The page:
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September 19, 2009

Shorties (Pearl Jam, Jonathan Ames, and more)

Members of Pearl Jam talk to NPR's All Things Considered about their new album, Backspacer, and the band's innovative deal with target.

Stream the album in its entirety at MySpace.

The Huffington Post interviews Jonathan Ames about his new HBO series, Bored to Death (which premieres Sunday evening).

How have you found the transition from writing to TV? Writing is a very solitary existence, yet making a show you had to deal with dozens, if not hundreds, of people. Was it challenging having to rely on others?

It wasn't too much of a challenge because I really liked everyone I worked with. I don't know if they liked me, but I liked them. So I guess it was easy for me, but maybe it was hard for them. Anyway, a film or TV crew is like this benign military unit -- everyone has a certain skill or responsibility, and so you let each division of your unit do its thing, whether it be lighting or costumes or set-design. I do wish all military units across the world were actually making movies or TV shows. They could even stage fake wars if they felt like it, just not real wars. Well, that's about as politically savvy as I get, but I thought I'd give it a shot since this is the Huffington Post.

Ames also talks to the Los Angeles Times.

"The only thing going against the show is me, since my work has never been very commercial or wildly popular," he added. "But these guys are so charming that hopefully they'll overcome whatever non-popular aspect there is to me that could shadow or wreck it."

The New York Times profiles Vivian Girls.

As with most divisive young bands, Vivian Girls were damned with comparisons. “A lot of people said we took our whole style from the C86 cassette,” Ms. Ramone complained, citing an early indie-rock compilation from the British music magazine NME. Previously, she said, she had never listened to the tape all the way through, but now she has: “I think with the exception of five songs, the tape’s not very good.” Nor had she paid much attention to the Shop Assistants or Black Tambourine, bands frequently invoked by her band’s acolytes and detractors. But still the linking continued: were Vivian Girls being faithful or just dismissible?

The New York Times reviews David Byrne's new book, Bicycle Diaries.

The Washington Post reviews Stephen Elliott's memoir, The Adderall Diaries.

The intensity of Elliott's often beautiful prose evokes the effects of Adderall, the attention deficit medication. Yet the book shows a concern for order: Each chapter begins with a summary of what's to follow, reminiscent of the headings in Victorian novels, and there are even several footnotes. Nonetheless, beneath these devices throbs an all-pervasive sense of the elusiveness of truth. Memories deceive, and almost everyone in this book -- including the author -- is a fantasist.

Read Elliott's Largehearted Boy Book Notes music playlist for the book.

The Telegraph lists author Dan Brown's 20 clumsiest sentences.

Pitchfork reviews Big Star's Keep an Eye on the Sky box set, giving the b-sides and rarities compilation a 9.3.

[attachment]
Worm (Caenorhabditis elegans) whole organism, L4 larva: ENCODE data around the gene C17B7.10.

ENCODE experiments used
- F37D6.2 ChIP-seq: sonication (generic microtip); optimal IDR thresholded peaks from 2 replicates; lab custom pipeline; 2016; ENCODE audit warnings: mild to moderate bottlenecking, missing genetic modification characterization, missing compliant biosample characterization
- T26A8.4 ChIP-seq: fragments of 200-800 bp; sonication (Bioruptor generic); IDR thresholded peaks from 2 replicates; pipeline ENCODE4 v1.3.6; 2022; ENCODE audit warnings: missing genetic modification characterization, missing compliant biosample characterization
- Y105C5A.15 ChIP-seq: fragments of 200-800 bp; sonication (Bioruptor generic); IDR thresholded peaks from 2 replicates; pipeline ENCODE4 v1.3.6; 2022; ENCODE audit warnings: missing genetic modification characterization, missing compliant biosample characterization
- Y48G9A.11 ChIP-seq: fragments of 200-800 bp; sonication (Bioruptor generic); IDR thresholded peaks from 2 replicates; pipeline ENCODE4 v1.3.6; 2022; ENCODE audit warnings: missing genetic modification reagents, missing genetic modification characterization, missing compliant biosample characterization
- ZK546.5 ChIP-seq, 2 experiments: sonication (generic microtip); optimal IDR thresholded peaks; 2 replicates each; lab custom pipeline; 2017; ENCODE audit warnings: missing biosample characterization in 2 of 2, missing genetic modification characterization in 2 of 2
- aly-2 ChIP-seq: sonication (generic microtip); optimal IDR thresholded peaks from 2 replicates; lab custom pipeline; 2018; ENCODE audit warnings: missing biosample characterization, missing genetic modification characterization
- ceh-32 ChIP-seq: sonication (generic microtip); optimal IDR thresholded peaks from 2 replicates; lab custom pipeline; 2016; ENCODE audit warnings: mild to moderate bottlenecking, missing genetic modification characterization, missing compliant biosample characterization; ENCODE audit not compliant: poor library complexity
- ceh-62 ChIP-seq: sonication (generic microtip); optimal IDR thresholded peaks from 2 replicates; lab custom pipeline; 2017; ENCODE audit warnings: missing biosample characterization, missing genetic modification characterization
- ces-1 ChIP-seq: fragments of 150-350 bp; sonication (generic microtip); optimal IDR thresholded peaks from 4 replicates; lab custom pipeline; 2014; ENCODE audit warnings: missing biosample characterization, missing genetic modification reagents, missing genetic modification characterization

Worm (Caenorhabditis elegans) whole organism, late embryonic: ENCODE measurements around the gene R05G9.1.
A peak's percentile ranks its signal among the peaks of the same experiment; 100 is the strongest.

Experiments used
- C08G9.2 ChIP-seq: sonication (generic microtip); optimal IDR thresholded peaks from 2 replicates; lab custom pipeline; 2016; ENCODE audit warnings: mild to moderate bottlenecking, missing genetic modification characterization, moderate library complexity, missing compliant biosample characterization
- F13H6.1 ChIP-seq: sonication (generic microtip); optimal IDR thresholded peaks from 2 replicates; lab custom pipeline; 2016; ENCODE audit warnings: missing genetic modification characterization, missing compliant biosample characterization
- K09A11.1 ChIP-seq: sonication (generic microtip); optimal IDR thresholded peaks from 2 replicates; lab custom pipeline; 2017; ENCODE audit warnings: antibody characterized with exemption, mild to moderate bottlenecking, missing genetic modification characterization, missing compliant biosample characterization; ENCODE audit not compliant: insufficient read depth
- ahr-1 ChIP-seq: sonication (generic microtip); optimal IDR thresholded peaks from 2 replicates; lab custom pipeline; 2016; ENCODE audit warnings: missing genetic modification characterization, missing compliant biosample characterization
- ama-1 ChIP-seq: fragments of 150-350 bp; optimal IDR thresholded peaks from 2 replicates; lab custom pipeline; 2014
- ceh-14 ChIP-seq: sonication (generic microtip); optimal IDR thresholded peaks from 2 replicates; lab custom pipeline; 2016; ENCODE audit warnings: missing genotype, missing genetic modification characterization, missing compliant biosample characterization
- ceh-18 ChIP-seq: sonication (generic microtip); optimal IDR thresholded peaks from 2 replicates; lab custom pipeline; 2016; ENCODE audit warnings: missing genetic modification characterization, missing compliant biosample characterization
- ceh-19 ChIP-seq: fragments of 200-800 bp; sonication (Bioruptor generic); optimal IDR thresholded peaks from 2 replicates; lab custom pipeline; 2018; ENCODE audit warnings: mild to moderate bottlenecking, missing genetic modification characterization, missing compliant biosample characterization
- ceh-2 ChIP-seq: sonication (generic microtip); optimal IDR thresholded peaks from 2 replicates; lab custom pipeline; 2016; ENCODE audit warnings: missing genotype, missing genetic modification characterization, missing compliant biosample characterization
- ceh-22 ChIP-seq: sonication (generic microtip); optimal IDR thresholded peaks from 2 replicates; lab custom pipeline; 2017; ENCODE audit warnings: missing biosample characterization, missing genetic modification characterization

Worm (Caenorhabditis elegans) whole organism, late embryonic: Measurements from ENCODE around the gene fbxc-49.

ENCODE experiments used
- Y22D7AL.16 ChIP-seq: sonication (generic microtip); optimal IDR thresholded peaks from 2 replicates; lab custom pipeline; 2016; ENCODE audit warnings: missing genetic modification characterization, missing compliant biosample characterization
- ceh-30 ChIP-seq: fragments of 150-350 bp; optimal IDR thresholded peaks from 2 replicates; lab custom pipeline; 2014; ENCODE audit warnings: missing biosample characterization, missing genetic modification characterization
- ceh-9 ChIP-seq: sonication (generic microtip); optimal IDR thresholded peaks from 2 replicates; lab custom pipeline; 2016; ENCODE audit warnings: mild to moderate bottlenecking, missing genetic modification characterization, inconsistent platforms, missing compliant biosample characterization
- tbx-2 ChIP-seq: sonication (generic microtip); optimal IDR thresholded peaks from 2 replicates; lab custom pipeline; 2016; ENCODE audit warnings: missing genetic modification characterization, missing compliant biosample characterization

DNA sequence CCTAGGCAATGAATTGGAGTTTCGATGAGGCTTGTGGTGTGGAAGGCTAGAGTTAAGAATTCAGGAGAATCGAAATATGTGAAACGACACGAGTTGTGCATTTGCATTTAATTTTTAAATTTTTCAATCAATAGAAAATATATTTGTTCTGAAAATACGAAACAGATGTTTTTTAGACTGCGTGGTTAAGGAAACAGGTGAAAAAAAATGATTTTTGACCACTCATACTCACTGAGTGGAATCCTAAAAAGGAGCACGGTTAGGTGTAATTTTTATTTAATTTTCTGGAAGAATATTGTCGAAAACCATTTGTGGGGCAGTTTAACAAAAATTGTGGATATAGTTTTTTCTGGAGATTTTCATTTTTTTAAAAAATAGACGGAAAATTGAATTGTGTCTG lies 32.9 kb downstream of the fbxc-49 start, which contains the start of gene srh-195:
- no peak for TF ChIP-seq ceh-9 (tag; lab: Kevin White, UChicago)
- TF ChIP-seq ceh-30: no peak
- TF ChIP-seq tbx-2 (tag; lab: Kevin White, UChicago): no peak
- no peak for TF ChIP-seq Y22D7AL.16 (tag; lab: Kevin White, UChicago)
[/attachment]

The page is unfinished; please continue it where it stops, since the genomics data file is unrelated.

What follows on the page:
These four discs ultimately do what any good box set should do: In tracing the band's trajectory from power-pop progenitors to post-pop tinkerers, Keep an Eye on the Sky presents a history of the band that could not be gleaned from the albums themselves, using finished studio tracks along with demos and rarities to give a fuller picture of the musicians, their dynamic, and their songs. This type of repetition can be fatal in some reissues, either offering distinctions only a true diehard could love or valiantly covering up a deficit of unreleased material. But here, the approach goes a long way toward humanizing a band that has been largely mythologized even into the Internet age.

The Rawking Refuses to Stop lists its top 20 albums of the 2000s.

Pitchfork wraps up the decade in indie rock.

IGN reports that Iggy Pop will be featured in the videogame LEGO Rock Band.

The San Francisco Appeal interviews Kip Berman of The Pains of Being Pure at Heart.

You guys are signed to the relatively small Slumberland Records. What is it like working with a smaller label at a time when the distribution of music is evolving so rapidly? Does piracy affect an up-and-coming band like yourselves?.

Kip: We love Slumberland, partly because they have a pretty incredible history (Rocketship, Aislers Set, Henry's Dress, Velocity Girl, Black Tambourine), partly because we love the other current bands they're working with (Crystal Stilts, caUSE co-MOTION, Pants Yell!) and partly because Mike Slumberland is about the nicest, most supportive guy ever.

As for "piracy," we don't really mind at all. We'd rather have people get to hear us, and if they like us they're usually going to support us by coming to a show or buying a shirt or our records on vinyl.

The Telegraph lists the 25 best book to film adaptations.

Pretty Much Amazing lists its favorite albums of the decade (2000-2009).

The Telegraph lists 100 songs that "defined the Noughties."

In the Guardian, author Kim Stanley Robinson accuses the Booker prize judges of ignorance for excluding science fiction works from contention.

Paste is still soliciting lists of your favorite albums of the 2000s.

Follow me on Twitter for links that don't make the daily "Shorties" columns.

also at Largehearted Boy:

daily mp3 downloads
Try It Before You Buy It (mp3s and full album streams from this week's CD releases)
weekly music & DVD release lists


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